US5447869 *Jun 14, 1993Sep 5, 1995Sogo Pharmaceutical Company LimitedMethod of detecting bitter or odorous substances and apparatus therefor
US5482678 *Nov 10, 1994Jan 9, 1996Rosemount Inc.Containers with deflectable portion and coupling
US5514338 *Nov 29, 1994May 7, 1996One Plus Corp.Device for sensing liquid hydrocarbon
US5610324 *Nov 17, 1994Mar 11, 1997Fugitive Emissions Detection Devices, Inc.Fugitive emissions indicating device
US5979227 *Nov 17, 1995Nov 9, 1999Fedd Systems, Inc.Fugitive emissions detection systems and components thereof
US6004494 *Jun 3, 1993Dec 21, 19993M Innovative Properties CompanyMultilayer electroconductor with whisker microstructure, encapsulation and delamination
US6041645 *Nov 24, 1998Mar 28, 2000Fugitive Emissions Detection Devices, Inc.Fugitive emmissions detection system and components thereof
US6293261Mar 3, 2000Sep 25, 2001Delphi Technologies, Inc.Canister purge hydrocarbon sensing
US6433694 *Mar 22, 1999Aug 13, 2002Adsistor Technology Inc.Sensor having improved desorption times and related control circuitry
US6530259Mar 27, 2000Mar 11, 2003Fedd Systems, Inc.Fugitive emissions detection system and components thereof
US6722185Feb 18, 2003Apr 20, 2004Fedd Systems Inc.Fugitive emissions detection system and components thereof
US6815039 *Feb 21, 2002Nov 9, 2004Bei Technologies, Inc.Resistance element for potentiometric devices, and method of manufacture
US6902701Oct 9, 2001Jun 7, 2005Sandia CorporationApparatus for sensing volatile organic chemicals in fluids
US7138090Apr 11, 2003Nov 21, 2006Therm-O-Disc, IncorporatedSensitivity; stability during temperature fluctuations; crosslinked polysiloxane containing hydrocarbon side group and conductive carbon black particles
US7645422Aug 28, 2006Jan 12, 2010Therm-O-Disc, IncorporatedRobust sensor films that have superior sensitivity to one or more chemical analytes while exhibiting heat resistance to temperature fluctuations, particularly for low electroresistance applications; electroconductive particle of carbon fibers embedded in a polymethyloctylsiloxane; absorbers
US7708947Nov 1, 2005May 4, 2010Therm-O-Disc, Incorporateda cured polymer-absorption chemiresistor sensor using octamethylsiloxane monomer, 1st and 2nd conductive partices e.g. carbon black and NiO with opposite temperature coefficient of resistance ( positive and negative); eliminating resistance fluctuations due to temperature, while detecting analytes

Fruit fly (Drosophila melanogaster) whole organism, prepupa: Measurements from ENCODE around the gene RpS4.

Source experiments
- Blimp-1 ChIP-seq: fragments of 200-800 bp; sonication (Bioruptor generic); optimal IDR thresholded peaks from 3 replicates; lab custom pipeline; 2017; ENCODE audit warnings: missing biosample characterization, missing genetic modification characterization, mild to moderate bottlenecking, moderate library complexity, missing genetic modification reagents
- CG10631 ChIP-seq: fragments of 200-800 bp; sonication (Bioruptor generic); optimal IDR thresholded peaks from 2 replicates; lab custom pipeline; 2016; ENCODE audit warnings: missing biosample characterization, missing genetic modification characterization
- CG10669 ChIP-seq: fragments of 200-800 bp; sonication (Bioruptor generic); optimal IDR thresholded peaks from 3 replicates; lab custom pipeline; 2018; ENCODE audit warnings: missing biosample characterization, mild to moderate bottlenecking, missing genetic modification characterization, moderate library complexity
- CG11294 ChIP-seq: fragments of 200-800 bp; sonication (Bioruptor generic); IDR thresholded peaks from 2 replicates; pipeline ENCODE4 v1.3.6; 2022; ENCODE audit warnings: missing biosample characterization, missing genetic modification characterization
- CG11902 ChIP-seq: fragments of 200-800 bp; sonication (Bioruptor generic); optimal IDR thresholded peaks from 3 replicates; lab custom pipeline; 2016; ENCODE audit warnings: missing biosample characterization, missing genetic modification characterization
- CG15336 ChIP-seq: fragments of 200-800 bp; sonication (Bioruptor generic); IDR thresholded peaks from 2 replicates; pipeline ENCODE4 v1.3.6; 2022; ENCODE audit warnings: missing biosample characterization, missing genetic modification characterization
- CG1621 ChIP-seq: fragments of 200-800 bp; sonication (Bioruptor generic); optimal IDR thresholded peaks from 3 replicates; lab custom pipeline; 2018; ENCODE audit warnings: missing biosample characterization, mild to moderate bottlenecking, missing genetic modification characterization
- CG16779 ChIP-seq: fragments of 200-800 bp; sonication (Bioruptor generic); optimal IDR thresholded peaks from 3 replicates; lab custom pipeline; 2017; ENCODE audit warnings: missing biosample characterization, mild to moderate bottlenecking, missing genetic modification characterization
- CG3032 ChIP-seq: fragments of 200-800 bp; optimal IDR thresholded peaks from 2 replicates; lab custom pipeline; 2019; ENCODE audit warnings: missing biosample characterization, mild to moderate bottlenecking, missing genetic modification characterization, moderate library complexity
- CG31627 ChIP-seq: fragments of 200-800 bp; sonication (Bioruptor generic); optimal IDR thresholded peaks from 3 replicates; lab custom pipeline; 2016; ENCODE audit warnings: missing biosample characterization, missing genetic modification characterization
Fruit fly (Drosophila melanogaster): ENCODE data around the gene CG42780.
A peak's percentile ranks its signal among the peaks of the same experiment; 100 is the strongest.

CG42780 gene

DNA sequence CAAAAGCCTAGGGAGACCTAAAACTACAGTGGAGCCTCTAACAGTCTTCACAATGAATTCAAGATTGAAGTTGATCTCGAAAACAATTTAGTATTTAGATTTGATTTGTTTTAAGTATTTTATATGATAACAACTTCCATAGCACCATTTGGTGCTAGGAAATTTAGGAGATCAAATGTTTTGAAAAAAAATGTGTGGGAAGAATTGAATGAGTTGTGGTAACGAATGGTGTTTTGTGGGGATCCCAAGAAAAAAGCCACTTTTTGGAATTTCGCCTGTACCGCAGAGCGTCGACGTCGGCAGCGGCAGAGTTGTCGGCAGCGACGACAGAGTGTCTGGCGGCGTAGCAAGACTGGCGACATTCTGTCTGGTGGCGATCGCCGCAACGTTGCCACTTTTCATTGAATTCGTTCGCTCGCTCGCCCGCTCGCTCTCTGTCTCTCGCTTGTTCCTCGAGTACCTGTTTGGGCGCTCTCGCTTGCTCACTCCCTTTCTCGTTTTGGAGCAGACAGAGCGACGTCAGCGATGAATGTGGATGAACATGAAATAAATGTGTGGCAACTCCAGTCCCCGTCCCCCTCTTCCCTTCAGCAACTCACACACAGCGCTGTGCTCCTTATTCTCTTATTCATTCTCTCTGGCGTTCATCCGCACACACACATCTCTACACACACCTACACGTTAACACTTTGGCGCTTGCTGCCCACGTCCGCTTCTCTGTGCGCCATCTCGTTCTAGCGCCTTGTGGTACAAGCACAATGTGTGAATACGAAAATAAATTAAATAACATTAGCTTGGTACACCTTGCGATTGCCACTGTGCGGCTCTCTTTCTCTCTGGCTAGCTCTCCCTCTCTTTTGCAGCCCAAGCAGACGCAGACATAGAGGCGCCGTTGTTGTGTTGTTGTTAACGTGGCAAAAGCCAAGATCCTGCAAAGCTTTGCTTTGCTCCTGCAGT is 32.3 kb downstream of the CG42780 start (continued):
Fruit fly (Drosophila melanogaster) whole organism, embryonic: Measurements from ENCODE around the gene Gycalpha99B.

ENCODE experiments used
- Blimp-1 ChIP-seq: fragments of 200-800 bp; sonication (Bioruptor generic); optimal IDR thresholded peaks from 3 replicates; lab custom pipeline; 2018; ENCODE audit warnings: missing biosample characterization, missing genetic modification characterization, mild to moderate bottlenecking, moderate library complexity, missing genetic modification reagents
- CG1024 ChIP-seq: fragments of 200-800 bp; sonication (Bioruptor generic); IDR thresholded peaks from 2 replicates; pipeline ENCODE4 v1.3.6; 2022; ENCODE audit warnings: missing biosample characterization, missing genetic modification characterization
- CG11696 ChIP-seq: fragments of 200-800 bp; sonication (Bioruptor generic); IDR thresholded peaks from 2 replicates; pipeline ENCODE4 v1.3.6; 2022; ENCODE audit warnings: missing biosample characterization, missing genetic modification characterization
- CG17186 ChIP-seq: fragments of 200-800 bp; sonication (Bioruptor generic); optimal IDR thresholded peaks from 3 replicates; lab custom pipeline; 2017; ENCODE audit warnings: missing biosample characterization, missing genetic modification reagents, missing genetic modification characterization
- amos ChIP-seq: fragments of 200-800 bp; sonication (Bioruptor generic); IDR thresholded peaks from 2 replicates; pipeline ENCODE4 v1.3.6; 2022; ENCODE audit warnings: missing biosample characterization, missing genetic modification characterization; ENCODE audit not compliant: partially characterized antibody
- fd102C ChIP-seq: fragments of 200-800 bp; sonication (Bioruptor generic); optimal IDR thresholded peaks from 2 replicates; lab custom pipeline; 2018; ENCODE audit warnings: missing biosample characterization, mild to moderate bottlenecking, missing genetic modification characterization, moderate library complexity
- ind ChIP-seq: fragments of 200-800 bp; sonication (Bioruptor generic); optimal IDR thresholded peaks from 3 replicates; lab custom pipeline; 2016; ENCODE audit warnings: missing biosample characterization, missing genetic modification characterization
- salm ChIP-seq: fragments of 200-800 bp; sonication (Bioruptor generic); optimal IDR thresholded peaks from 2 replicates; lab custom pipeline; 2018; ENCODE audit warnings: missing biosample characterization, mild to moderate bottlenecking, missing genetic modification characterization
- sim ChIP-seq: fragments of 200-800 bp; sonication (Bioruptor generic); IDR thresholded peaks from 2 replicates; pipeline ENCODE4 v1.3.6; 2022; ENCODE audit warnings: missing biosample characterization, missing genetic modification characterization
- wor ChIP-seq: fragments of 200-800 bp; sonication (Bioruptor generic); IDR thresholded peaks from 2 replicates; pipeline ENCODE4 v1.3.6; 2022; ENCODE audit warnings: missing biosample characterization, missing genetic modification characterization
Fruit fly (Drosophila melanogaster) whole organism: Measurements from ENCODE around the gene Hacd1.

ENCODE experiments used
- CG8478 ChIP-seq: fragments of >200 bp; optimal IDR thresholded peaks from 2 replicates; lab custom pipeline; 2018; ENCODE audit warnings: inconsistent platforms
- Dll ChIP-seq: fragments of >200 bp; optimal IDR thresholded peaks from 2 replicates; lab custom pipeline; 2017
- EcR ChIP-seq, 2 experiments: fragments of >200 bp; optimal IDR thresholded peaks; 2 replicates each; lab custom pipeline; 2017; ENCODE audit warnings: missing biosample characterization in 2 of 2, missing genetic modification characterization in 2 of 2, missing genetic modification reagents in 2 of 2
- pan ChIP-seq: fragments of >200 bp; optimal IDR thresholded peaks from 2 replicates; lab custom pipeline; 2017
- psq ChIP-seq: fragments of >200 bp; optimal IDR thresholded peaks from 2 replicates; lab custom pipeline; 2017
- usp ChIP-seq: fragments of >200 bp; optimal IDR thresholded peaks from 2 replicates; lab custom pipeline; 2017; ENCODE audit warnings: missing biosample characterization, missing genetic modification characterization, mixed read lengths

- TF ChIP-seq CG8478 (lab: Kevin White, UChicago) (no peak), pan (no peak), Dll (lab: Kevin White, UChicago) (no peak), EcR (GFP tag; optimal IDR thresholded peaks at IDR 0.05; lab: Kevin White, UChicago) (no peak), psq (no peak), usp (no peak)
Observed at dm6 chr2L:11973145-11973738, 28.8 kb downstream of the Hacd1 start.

US7864064Jan 8, 2009Jan 4, 2011Fugitive Emissions Detection Device, Inc.Fugitive emissions detection devices
US8012420Jul 18, 2006Sep 6, 2011Therm-O-Disc, IncorporatedRobust low resistance vapor sensor materials
US8105538Aug 3, 2011Jan 31, 2012Therm-O-Disc IncorporatedRobust low resistance vapor sensor materials
US8691390Nov 20, 2007Apr 8, 2014Therm-O-Disc, IncorporatedSingle-use flammable vapor sensor films
US8736281 *Nov 28, 2008May 27, 2014Christopher R. LoweSensing system and method
US20120007607 *Nov 28, 2008Jan 12, 2012Cambridge Enterprise LimitedSensing system and method
CN1037080C *Apr 4, 1992Jan 21, 1998明尼苏达州采矿制造公司Composite material product and sensor made thereof
EP0282332A2 *Mar 11, 1988Sep 14, 1988Sogo Pharmaceutical Company LimitedMethod of detecting bitter or odor substances and apparatus therefor
WO1992017774A1 *Feb 24, 1992Oct 6, 1992Minnesota Mining & MfgSensors based on nano-structured composite films
WO2003073806A1 *Feb 21, 2003Sep 4, 2003Bei Technologies IncDevices and method of manufacture
Classifications
U.S. Classification338/34, 422/98, 422/88
International ClassificationG01N27/12
Cooperative ClassificationG01N27/12
European ClassificationG01N27/12
Legal Events
DateCodeEventDescription
Jun 1, 1983ASAssignment
Owner name: DOLAN, JAMES P.
Free format text: ASSIGNMENT OF ASSIGNORS INTEREST.;ASSIGNOR:XINTEX CORPROATION;REEL/FRAME:004132/0642
Effective date: 19821020
Nov 2, 1982ASAssignment
Owner name: XINTEX CORPORATION, 402 TACOMA AVENUE SOUTH, P.O.B
Free format text: ASSIGNMENT OF ASSIGNORS INTEREST.;ASSIGNOR:ADS SYSTEMS, INC.,;REEL/FRAME:004058/0356
Effective date: 19820901